For example:

Did you know that the average office worker spends eight hours a day at work, but only

does four hours of productive, useful work?

Im here to tell you aboutquality control’, and how you can use this idea to make better

use of your time.

Finally, you can engage people by telling a short story and connecting it to your topic.

Stories are powerful, and they can add an emotional dimension to your topic if you do

it well.

For example:

I once met a young salesmanI wont mention his name.

He spent several weeks building a relationship with a potential client.

He worked overtime, and he was working so hard that he was under severe stress, which

started to affect his personal life.

In the end, he didnt close the dealthe clients signed with another firm.

Today, Im going to talk about confidence as a sales tool, and how you can avoid the

traps that this young man fell into.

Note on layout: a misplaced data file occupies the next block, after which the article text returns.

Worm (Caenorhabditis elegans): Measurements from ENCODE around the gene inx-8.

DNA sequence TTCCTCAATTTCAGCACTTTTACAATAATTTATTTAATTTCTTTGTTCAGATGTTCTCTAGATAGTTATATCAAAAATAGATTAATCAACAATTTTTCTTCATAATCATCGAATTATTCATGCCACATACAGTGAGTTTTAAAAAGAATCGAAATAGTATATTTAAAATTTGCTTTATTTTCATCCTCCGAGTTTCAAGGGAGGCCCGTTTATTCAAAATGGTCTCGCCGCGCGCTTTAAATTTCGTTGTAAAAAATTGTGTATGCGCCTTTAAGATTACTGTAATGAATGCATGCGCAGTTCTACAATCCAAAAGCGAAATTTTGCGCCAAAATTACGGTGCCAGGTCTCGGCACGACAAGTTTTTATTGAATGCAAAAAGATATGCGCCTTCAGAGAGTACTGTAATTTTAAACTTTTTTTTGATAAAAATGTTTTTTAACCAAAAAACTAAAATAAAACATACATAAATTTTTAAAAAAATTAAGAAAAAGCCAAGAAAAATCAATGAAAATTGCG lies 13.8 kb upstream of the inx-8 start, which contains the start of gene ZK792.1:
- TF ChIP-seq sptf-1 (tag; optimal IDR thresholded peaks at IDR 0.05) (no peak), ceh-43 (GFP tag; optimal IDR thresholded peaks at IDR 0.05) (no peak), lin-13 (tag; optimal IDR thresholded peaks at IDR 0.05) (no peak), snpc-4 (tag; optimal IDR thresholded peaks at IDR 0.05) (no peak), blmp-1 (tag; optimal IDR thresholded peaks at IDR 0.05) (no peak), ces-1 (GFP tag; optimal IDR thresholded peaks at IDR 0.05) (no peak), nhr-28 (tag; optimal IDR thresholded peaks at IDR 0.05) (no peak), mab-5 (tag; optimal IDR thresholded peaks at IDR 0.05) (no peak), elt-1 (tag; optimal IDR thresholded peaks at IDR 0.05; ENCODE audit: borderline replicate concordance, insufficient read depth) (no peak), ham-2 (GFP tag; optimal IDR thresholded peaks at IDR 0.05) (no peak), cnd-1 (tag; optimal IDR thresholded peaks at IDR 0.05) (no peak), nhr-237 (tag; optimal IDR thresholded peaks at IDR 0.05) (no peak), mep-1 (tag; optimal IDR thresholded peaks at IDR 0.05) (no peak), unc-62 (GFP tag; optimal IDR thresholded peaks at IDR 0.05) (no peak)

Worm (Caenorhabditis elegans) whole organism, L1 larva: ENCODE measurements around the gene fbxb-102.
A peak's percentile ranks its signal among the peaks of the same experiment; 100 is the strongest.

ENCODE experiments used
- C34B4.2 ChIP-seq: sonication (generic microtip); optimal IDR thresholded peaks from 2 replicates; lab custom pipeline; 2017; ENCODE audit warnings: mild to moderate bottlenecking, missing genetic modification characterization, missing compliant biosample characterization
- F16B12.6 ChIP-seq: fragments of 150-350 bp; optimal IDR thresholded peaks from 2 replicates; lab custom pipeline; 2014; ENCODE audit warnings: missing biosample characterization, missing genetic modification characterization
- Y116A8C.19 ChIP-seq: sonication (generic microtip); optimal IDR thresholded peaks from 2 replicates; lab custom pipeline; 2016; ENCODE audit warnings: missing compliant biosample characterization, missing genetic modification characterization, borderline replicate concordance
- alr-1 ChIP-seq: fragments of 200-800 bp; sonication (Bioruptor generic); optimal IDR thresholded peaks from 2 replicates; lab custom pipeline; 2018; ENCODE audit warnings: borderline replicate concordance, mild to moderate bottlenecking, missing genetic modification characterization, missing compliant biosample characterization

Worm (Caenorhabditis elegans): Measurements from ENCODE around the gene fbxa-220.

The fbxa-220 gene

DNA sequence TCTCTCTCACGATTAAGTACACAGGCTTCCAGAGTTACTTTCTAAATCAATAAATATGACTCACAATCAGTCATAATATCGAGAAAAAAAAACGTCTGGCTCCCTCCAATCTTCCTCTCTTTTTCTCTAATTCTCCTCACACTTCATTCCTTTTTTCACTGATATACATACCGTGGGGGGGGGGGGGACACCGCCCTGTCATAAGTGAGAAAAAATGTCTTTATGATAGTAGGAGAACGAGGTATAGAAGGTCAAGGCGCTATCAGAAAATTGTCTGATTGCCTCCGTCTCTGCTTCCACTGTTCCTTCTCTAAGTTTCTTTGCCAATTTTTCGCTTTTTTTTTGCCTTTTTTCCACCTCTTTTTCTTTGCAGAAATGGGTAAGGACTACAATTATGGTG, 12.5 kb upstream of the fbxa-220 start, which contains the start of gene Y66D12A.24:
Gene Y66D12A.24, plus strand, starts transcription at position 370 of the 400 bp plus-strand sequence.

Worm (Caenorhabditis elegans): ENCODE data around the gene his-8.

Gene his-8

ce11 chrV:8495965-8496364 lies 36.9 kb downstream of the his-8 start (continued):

Use one of these three techniques in your introduction to connect with your audience

and show them why they should be interested in what you have to say.

Heres a question for you: which technique would you prefer to use, and why?

Okay, now youve introduced your topic and you have everyones attention.

What next?

Theres a famous quote about making presentations:

Tell the audience what youre going to say; say it, and then tell them what youve

said.”

Have you heard this before?

Do you know who said it?

This comes from Dale Carnegie, a very successful American salesman and writer.

He lived a long time ago, but his advice is still relevant today.

So, heres a question: what does the quote mean?